5 Ways to Save Money on Your Wedding
From a young age, many women dream of their wedding day. They line up dolls as guests, use a blanket as a veil and slip their mom’s costume jewelry on their ring finger. As they grow up, the details start coming into focus: they picture what their dress will look like, imagine the perfect locale for the nuptials and decide which diamond cut is their favorite.
Then, it finally happens. They meet the man of their dreams; he gets down on one knee and she says “yes!” through laughter and tears.
It’s time to put all those years of planning into use. However, most brides-to-be aren’t ready for the reality of having a wedding – it’s expensive! The average total expenditure on a wedding and reception is now over $44,000. Most of the expense goes toward such items as:
- Reception-related expenses
- Florist/event decor
- Ceremony-related expenses
- Rehearsal dinner
- Gown and tuxedo
So, how does the cost-conscious betrothed save a few bucks? Our list of 5 ways to save money on a wedding is a good start to a less stressful and anxiety-ridden day.
- Choose an Off-Peak Time
Wedding season peaks from June-September, so choose a month in the fall or early spring. If you live in a milder climate, winter may be an option for you as well. Wedding vendors don’t get as much business during these months, so they’re willing to provide the same services for less than what you’ll pay in the summer.
Historically, Saturday is the day that most weddings are held, but Fridays and Sundays are gaining in popularity. Think outside the box – and save money – by exchanging vowels on a weekday. Logistically, this is a little more difficult to pull off for most couples. However, if being a bride on a budget is your No. 1 priority, being flexible with the day of the week should be considered.
The time of day also can affect the wedding, at least when it comes to food and drink! Both private and venue caterers typically charge more for weddings that serve dinner – and that includes going the buffet route. This is also when couples end up spending the most for libations. Planning your wedding reception to begin between 1-3 eliminates the need for a full-on spread. Instead, opt for hors d’oeuvres and a cocktail hour. But, make sure you state it clearly on the invitation that dinner will not be served, so your guests can plan accordingly.
- Forego the Traditional
“Traditional” wedding venues, like churches, country clubs and hotels charge top dollar for weddings. Think outside the box. Ceremonies at parks or beaches, followed by a reception at a local art gallery or banquet hall are gaining in popularity because of their affordability. These locations may also allow you more freedom to customize your day, but keep in mind that you’ll likely need to rent chairs, tables, etc.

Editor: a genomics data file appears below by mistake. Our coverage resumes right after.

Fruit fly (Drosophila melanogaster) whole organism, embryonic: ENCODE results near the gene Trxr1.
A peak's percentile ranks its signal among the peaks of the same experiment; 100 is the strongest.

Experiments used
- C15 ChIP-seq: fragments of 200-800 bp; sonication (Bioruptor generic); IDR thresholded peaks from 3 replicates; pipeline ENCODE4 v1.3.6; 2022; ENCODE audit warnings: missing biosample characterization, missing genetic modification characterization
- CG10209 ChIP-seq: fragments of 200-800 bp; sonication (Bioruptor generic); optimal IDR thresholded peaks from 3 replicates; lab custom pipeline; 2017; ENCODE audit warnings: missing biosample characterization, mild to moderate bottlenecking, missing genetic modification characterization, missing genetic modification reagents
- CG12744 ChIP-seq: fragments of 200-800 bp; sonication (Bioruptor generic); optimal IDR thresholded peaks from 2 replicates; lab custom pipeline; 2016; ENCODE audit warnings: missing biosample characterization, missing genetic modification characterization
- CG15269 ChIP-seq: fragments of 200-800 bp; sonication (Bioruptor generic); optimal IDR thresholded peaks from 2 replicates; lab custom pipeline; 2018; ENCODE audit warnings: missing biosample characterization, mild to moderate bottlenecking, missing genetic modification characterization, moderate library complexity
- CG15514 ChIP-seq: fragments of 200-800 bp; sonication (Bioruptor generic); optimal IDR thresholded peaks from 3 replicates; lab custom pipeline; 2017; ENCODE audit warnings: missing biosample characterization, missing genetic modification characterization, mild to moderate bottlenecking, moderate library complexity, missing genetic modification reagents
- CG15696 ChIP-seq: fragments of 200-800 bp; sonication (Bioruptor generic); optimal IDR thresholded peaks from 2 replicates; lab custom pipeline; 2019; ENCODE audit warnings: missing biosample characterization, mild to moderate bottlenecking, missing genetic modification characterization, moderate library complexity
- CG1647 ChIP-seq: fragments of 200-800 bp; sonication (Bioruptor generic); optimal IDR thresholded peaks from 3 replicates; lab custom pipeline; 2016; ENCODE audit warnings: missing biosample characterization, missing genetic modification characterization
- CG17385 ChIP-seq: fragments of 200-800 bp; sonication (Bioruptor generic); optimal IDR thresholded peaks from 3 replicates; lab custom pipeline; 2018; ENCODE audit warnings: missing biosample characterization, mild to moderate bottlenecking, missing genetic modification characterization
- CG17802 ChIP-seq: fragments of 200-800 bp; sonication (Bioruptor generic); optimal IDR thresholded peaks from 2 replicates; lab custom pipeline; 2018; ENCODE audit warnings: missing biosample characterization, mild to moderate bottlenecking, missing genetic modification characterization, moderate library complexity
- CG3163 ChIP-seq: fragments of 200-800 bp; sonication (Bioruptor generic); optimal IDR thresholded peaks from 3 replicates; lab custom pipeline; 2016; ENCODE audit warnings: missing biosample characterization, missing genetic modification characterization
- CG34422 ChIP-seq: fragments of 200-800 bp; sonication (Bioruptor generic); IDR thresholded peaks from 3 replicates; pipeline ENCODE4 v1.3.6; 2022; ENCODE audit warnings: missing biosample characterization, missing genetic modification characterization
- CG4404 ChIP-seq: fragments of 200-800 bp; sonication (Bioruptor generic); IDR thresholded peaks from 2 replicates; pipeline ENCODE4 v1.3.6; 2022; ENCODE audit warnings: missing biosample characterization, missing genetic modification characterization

- Keep Your Friends Close and Your Family Closer
Bigger isn’t always better, so don’t be afraid to keep your guest list to a minimum. Don’t invite your entire Facebook friends list to your wedding – narrow it down to people you interact with in real life. The rule applies to family as well. If you haven’t spoken to your second cousin Olivia from Omaha since the family reunion 15 years ago, leave them off the guest list. The same goes for friends/coworkers of your parents. You’re not obligated to have anyone at your wedding you don’t know personally – regardless of what anyone tells you. This is your wedding, not a networking event.
- Minimalist Fashion Is Always In
Gowns and tuxes can take up a huge chunk of a wedding budget only to never be worn again. Until recently, only grooms had the option of renting a tux, while the bride was left with a couple thousand dollars’ worth of fabric and lace sitting in storage. Now, brides can rent wedding gowns thanks to services like RenttheRunway.com. However, if you’re not comfortable doing so, you can always channel your inner Duchess of Sussex and go with a minimalist look.
Another hint: Use your venue as your fashion compass. If you’re saying your “I do’s” on the beach or at a park, consider wearing a dress without a train. You may only wear it once, but there’s no need to destroy or damage it.
- Follow Your Gut
Your day is about you and your fiancé – not your best friend, mother or future MIL. Don’t let anyone talk you into extravagances you don’t want. Many brides feel obligated to agree to things because their mom likes it or changes part of the color scheme because their BFF hates baby pink. The same goes for the menu, flowers, décor and, yes, the guest list. If your gut is telling you to go with beef, not chicken, baby pink tablecloths, rose centerpieces and second cousin Olivia stays in Omaha – so be it.